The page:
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A daily record of what I'm thinking about what I'm reading

To read about movies and TV shows I'm watching, visit my other blog: Elliot's Watching

Monday, July 13, 2015

2 more stories in the realist-natrualist tradition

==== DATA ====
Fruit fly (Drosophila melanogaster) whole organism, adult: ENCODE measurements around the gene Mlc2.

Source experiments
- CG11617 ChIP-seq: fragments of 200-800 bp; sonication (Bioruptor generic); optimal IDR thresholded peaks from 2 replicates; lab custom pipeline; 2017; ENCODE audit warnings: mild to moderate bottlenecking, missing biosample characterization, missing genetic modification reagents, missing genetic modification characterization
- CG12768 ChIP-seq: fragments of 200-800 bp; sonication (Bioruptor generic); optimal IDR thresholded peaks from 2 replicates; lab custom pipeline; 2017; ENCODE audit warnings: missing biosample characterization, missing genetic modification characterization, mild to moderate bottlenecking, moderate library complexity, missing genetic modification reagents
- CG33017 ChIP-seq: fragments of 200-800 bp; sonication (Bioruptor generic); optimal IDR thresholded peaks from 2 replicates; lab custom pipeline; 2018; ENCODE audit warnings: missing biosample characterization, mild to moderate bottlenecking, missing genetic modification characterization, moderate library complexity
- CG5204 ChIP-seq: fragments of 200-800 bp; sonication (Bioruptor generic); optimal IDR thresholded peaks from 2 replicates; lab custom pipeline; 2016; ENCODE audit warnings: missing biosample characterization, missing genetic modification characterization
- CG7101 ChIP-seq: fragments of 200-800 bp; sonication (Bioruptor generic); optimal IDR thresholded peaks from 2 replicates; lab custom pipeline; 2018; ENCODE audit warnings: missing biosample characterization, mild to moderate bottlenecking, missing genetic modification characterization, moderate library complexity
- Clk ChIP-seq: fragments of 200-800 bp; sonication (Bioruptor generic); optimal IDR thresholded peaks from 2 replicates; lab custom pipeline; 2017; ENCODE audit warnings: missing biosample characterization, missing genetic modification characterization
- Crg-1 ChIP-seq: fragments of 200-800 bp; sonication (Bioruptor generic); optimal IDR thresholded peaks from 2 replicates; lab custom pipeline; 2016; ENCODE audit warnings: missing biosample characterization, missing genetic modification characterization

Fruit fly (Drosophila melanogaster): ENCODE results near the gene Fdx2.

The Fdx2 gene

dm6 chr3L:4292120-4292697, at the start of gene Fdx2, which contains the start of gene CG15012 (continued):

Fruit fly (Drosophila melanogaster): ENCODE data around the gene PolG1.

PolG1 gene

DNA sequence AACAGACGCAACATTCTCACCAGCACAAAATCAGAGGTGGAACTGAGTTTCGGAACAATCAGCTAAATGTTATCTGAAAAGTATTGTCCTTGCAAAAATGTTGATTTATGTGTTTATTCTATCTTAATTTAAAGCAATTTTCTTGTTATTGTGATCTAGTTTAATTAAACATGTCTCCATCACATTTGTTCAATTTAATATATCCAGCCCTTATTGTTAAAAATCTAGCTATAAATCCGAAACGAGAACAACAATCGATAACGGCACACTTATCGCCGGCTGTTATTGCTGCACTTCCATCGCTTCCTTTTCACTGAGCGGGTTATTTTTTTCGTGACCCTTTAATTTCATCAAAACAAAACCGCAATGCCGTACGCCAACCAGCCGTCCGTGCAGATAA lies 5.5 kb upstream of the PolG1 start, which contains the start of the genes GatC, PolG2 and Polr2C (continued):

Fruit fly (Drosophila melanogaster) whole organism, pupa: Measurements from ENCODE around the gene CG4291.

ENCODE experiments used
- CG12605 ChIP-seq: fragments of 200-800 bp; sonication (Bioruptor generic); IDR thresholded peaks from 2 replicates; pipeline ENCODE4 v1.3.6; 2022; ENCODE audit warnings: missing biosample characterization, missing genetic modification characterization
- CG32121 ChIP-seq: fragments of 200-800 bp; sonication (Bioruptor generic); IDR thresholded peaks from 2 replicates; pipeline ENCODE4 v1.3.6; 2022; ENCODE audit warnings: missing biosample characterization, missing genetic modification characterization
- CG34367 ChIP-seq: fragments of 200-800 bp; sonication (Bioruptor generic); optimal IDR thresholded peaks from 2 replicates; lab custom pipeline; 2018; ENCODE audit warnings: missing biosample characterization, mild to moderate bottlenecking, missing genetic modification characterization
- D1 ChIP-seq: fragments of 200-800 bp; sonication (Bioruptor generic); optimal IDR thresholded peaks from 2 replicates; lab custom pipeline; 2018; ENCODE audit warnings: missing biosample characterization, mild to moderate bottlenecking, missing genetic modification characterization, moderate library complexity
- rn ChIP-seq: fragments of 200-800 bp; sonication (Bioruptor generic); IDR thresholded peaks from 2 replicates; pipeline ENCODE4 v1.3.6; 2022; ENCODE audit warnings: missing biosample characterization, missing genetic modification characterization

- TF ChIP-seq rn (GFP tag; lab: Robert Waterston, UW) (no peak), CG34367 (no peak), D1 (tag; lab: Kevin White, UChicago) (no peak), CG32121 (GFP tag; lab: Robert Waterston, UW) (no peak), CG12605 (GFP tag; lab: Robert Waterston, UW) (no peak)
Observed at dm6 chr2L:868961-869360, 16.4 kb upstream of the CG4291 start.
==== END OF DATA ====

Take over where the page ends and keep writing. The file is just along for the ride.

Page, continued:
Two more stories in the realist-naturalist mode in Best American Short Stories 2014 - these being Peter Cameron's After the Flood and Nicole Cullen's Long Tom Lookout. What's striking about these two is that they present prototypical American characters, easily recognized, but not often given voice in fiction: Cameron's story about a Midwest churchgoing 50 something, whose suffered through a tragedy we understand only in outline (possibly daughter and grand-daughter victims of husband's murder-suicide) and therefore more powerful: story told very credibly in the first person, in a voice that in an odd way recalls the narrative voice that Richard Ford uses so effectively, with many parenthetical qualifiers and asides. The story involves the woman and her dour husband taking in for temporary shelter a family whose house was destroyed in a flood. These polite but unwanted guests have the unexpected effect of drawing woman and her husband closer together and, in an odd twist at end of story that I don't entirely understand, making woman challenge her faith, or at least her church-going: she feels put upon by her boisterous pastor to take on this act of charity, and the latent resentment seems to push her away from the church rather than bolster her piety. Cullen's story is a little more conventional - young woman in dire straits on road trip back home to Idaho with child (not hers) in tow. Where it picks up is when she gets a summer job as a fire lookout - just learning about that job and the loneliness and even terror of living alone (or in this instance w/ young and seemingly learning disabled child) make the story worth reading. I thought it was kind of a stretch that they'd even allow a lookout to bring a child - and that the lookout could keep the child entertained and engaged over a these long stretches of empty time - but Cullen's author's note indicates that she had an account of a mother who did the job w/ 2 of her children. Despite an abrupt ending, a story worth reading by an author new to the scene.

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